Vultures are an ecologically vital group of birds that face a range of threats in many areas that they occur. Populations of many species are under pressure and some species are facing extinction.
This day has grown from Vulture Awareness Days run by the Birds of Prey Programme of the Endangered Wildlife Trust in South Africa and the Hawk Conservancy Trust in England, who decided to work together and expand the initiative into an international event.
It is now recognised that a co-ordinated international day will publicise the conservation of vultures to a wider audience and highlight the important work being carried out by the world’s vulture conservationists.
Threats to Vultures
Vultures are large, impressive birds, but many birders don’t realize that these raptors face many insidious threats to their survival. Of the 23 vulture species in the world, 14 are listed as threatened or endangered, and without proper conservation initiatives, their numbers will continue to decrease drastically. Understanding the threats they face is the first step toward finding ways to help vultures.
Because vultures eat carrion, it is often mistakenly assumed that they are “living garbage disposals” that can make do on any source of food and have very few hazards they face. In reality, however, vultures and condors face a wide range of very serious threats, including:
Vultures feed on the deceased carcasses of many different types of animals, but larger herbivores such as cattle, deer and similar animals are their most common food source. If those animals are contaminated with pesticide, herbicide, medication or other toxins, the vultures can be severely affected. That contamination may happen after the animal has died – a pesticide application over a field where an animal has died or a carcass deliberately poisoned to kill rodents – or could have caused the animal’s death, such as consumption of herbicides or pesticides. In India, several medications and vitamins used to treat cattle have proven fatal to vultures.
Lead poisoning has dramatically impacted many vulture species and continues to be a threat to birds such as the California condor, one of the most severely endangered birds in the world. When a hunter uses lead ammunition but either discards the animal’s entrails without removing the lead fragments, or else never recovers the animal, that lead can be consumed by vultures. Lead toxicity builds up in the birds’ tissues and can cause ongoing health deterioration that leads to a slow, painful death.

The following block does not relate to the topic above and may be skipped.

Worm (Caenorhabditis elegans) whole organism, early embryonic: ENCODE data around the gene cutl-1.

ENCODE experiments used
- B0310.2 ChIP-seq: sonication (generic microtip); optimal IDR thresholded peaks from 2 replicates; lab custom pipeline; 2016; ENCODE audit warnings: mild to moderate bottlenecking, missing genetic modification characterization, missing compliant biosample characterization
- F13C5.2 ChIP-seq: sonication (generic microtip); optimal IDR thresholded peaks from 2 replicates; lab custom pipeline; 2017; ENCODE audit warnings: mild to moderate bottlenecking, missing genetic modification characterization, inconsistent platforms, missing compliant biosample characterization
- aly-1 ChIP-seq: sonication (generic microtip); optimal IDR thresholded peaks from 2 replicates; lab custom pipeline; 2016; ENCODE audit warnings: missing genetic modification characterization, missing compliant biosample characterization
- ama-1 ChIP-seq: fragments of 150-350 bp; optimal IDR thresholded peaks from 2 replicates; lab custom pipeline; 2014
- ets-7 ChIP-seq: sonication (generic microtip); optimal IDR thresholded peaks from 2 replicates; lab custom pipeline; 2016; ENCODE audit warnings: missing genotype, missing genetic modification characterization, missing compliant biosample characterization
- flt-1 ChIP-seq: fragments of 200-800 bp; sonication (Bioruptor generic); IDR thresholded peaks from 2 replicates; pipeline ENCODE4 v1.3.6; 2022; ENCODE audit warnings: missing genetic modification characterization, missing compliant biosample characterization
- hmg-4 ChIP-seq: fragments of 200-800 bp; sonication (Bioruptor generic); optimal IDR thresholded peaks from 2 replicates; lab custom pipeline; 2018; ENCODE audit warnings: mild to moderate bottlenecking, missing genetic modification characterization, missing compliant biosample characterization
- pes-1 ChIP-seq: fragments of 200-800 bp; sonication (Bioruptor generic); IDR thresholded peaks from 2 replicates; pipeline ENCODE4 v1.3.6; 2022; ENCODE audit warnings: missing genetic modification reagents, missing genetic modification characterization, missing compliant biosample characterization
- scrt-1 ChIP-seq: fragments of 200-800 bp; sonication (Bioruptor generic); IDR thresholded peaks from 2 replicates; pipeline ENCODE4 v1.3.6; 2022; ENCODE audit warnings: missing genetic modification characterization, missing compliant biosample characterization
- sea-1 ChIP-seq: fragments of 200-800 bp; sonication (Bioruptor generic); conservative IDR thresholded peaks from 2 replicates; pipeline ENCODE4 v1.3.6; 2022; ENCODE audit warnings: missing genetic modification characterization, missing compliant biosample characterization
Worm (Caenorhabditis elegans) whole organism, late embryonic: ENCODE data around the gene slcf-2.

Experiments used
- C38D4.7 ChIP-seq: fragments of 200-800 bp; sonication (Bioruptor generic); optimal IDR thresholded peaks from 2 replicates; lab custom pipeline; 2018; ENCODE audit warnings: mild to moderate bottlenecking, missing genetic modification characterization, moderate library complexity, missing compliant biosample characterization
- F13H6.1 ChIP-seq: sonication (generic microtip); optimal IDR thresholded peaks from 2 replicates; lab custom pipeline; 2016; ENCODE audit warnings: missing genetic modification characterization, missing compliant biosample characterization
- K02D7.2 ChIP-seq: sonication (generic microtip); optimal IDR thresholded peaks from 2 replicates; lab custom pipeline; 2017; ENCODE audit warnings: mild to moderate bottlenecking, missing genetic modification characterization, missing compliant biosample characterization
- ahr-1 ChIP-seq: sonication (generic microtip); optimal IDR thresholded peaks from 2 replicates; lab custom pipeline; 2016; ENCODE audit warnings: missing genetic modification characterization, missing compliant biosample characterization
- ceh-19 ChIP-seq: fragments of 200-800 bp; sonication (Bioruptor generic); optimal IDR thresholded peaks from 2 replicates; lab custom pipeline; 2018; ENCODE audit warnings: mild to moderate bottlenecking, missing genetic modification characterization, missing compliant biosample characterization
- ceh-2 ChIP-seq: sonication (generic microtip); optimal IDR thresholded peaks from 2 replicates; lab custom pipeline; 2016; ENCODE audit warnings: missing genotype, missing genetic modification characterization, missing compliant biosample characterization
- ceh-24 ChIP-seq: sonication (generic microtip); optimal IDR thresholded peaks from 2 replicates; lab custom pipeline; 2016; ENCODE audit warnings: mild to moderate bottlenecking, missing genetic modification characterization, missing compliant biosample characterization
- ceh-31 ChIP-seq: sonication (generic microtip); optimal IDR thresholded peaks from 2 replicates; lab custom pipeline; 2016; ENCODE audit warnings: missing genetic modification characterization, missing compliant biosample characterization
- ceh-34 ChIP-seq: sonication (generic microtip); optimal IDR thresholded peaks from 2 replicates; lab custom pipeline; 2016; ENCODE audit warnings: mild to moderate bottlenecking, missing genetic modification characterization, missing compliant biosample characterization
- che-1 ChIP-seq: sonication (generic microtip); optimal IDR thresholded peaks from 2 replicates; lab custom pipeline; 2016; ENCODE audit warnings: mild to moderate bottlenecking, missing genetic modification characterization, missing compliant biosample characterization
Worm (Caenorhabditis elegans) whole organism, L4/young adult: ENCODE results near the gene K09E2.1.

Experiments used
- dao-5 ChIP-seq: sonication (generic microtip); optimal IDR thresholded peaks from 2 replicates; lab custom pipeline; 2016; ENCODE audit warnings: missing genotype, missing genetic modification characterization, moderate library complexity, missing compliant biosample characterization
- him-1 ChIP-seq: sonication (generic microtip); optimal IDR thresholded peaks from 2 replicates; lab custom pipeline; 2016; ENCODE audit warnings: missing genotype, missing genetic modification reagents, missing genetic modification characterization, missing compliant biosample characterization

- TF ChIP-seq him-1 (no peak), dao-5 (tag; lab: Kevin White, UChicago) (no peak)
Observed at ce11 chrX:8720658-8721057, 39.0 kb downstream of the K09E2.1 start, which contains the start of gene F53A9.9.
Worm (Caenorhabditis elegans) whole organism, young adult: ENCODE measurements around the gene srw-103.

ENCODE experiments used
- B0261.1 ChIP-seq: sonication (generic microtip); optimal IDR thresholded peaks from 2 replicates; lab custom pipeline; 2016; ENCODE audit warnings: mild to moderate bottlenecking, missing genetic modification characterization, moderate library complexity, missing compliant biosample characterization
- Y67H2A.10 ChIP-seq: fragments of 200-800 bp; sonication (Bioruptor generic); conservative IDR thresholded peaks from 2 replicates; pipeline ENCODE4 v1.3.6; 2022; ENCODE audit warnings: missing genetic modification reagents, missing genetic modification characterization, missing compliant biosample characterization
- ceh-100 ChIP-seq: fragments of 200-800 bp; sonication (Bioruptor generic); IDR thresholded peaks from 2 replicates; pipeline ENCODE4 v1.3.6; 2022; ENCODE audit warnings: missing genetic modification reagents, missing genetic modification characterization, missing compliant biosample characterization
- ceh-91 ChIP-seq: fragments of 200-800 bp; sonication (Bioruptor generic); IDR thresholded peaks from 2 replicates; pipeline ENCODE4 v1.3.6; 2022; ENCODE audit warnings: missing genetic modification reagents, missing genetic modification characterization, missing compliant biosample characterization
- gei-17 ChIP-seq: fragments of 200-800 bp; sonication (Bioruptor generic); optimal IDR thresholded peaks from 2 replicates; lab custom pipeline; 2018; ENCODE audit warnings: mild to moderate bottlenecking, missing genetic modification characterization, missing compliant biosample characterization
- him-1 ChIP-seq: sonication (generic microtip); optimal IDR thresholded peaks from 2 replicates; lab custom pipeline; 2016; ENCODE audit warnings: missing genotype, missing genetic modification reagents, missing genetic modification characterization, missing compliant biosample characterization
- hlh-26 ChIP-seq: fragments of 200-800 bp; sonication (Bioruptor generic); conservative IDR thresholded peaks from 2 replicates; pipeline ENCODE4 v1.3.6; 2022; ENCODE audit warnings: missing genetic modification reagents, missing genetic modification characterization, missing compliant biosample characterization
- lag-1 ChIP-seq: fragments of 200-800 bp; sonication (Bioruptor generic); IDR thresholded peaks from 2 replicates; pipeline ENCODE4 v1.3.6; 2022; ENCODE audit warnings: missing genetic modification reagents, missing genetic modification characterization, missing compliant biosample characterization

Many cultures have superstitions about vultures, such as the birds being harbingers of death, or else people may mistakenly believe the birds are a threat to healthy livestock. While vultures actually prevent deaths by eliminating carcasses that could harbor infectious diseases and they will not attack healthy livestock, many people still illegally hunt the birds or drive them away from food sources. The birds may also be poached as trophies or for illegal feather trading.
Vultures often feed on animals that have been killed by vehicles, but when a vulture feeds, it gorges, which makes it slow and clumsy to take off when other vehicles approach. Careless drivers kill many vultures, which unfortunately only compounds the problem as even more birds will visit the site of the carcasses to feed, and several birds may be killed in the same area in just a short period of time.
Vultures have wide wingspans and a soaring flight pattern, which makes them vulnerable to colliding with power lines. If their wings contact two wires at once – which can happen easily as most vultures have wingspans over six feet in length – the birds are electrocuted. Sparks can then cause wildfires or power outages.
The idea that road kill and other carcasses are dirty has led to many campaigns to keep nature clean of such unsightly messes, but this attitude forgets that vultures themselves are nature’s own cleanup crew. By removing carcasses and disposing them in landfills or sealed containers, vultures are not able to feed as easily, and they must expend even more energy searching for other food sources.
How You Can Help
Fortunately, it can be easy to help vultures, and simple steps can prevent needless bird deaths or suffering.
If you hunt, avoid using lead ammunition whenever possible, and always retrieve your spent ammunition rather than leaving it where birds can consume it.
Slow down when driving near roadside birds, or carry a pair of heavy gloves in your car so you can move road kill further away from speeding vehicles.
Support environmental groups that lobby for better controls of hazardous chemicals such as pesticides and herbicides, and encourage your elected officials to support less toxic solutions.
Encourage your local power company to increase power line visibility with small beacons or accents that can help the birds avoid collisions, particularly in areas with many raptors and vultures.
Support captive bird breeding programs and other conservation initiatives working with vultures either by donating to appropriate organizations or offering volunteer services.
Celebrate International Vulture Awareness Day and help spread the word about how unique, interesting and ecologically important vultures can be so others will join in these birds’ conservation.
Vultures are more important than many people realize, but these stately birds face a wide range of ominous threats. By understanding the threats to vultures and what you can do to help them, you can make a difference for vulture conservation.